Menu burger Close thin Facebook Twitter Google plus Linked in Reddit Email arrow-right-sm arrow-right
Loading
Tap on the profile icon to edit
your financial details.

What is an independent contractor?

Independent contractors are professionals hired by individuals (or companies) to perform a service. Each one has different classifications under the IRS, which also means different tax obligations. However, it can sometimes be difficult to make the distinction between an independent contractor and an employee. In this guide, we take a closer look at what it means to be an independent contractor. 

Independent Contractors Defined

Independent contractors are self-employed individuals or freelancers operating in an independent trade, profession or business. Some independent contractors operate as sole proprietors, while others operate single-member limited liability companies (LLCs) to manage their businesses.

These individuals might be doctors, electricians, freelance writers, accountants, veterinarians, lawyers, dentists, contractors, artists, auctioneers or subcontractors, according to the IRS. The IRS also states a clear distinction between employees and independent contractors: a person is an independent contractor as long as the payer has the right to direct only the result of the work, not what or how it will be done. This means that the payer only has a say over the final product, not the method in which it’s accomplished.

For instance, if you hire a lawn care service to landscape your yard, you can only control the timeline and the final result of the services. You won’t have control over how the lawn professionals do their job; you’re essentially paying for the outcome — not the methodology.

Independent Contractors vs. Employees

As mentioned earlier, you are an independent contractor if you meet the following three guidelines established by the IRS:

  • You’ve built an independent trade or business that generates profit
  • Your buyers have control over the final outcome of your work, not the way the work is done
  • Your services aren’t controlled by an employer

You’re an employee even if you’re employer gives you the freedom of action to perform certain services. This is because your employee still has the legal right to control the details of how a particular service is performed.

Independent Contractor Taxes

Independent contractors are typically required to pay both self employment taxes (SE tax) and income taxes. They have to file annual tax returns and pay estimated taxes on a quarterly basis. The SE tax functions as a Social Security and Medicare tax designed specifically for the self-employed, according to the IRS.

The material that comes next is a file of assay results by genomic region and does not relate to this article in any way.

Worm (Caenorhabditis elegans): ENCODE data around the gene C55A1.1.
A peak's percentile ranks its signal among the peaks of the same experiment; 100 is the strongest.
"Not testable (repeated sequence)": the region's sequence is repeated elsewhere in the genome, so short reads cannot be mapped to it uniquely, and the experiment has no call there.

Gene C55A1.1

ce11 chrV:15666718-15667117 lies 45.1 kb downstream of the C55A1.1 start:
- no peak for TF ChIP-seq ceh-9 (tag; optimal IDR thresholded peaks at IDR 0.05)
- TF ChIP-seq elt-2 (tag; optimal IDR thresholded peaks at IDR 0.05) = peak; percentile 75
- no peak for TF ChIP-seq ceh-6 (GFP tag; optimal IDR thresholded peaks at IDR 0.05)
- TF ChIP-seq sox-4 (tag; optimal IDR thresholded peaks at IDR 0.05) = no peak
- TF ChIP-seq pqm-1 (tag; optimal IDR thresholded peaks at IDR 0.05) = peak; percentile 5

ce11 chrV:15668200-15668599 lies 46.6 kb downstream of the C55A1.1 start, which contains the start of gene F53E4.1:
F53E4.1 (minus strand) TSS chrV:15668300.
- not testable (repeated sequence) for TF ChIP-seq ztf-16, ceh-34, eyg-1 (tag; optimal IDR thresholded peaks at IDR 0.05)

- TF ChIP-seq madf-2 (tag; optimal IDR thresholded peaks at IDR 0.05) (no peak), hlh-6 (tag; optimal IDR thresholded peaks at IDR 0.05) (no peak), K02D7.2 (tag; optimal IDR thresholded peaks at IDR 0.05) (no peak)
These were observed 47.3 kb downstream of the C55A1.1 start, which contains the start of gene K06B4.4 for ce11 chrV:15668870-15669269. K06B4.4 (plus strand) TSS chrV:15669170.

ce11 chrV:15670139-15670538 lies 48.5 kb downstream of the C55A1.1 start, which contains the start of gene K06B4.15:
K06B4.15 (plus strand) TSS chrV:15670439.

These professionals have to file income tax returns if their net earnings from self-employment are $400 or more. Independent contractors can calculate their SE taxes by using Schedule SE on Form 1040. The SE tax rate for 2020 is 15.3%.

Bottom Line

Independent contractors are self-employed individuals who don’t operate under the traditional employer-employee relationship. The IRS also taxes these professionals differently than employees. These freelancers sell products and services, and they have absolute control over the strategies they use to produce final product. However, those purchasing the services determine the final result of the product or service.

Tax Planning Tips for Independent Contractors

  • The IRS mandates that independent contractors or self-employed individuals pay two taxes: self employment tax (SE tax) and income tax. Therefore, it’s useful to keep track of your income and expenses so you can plan for both taxes. Our income tax calculator can help.
  • Financial advisors can help you with tax planning, income planning, or any other area of finance that might protect your business. You’ll likely have several options in your area, but finding a financial advisor doesn’t have to be hard. SmartAsset’s free financial advisor matching tool pairs you with up to three local advisors.

Photo credit: ©iStock.com/ljubaphoto

Rickie Houston CEPF® Rickie Houston writes on a variety of personal finance topics for SmartAsset. His expertise includes retirement and banking. Rickie is a Certified Educator in Personal Finance (CEPF®). He graduated from Boston University where he received a bachelor’s degree in journalism. He’s contributed to work published in the Boston Globe and has worked alongside award-winning faculty for the New England Center of Investigative Reporting at Boston University. Rickie also enjoys playing the guitar, traveling abroad and discovering new music. He is originally from Wilmington, North Carolina.
Was this content helpful?
Thanks for your input!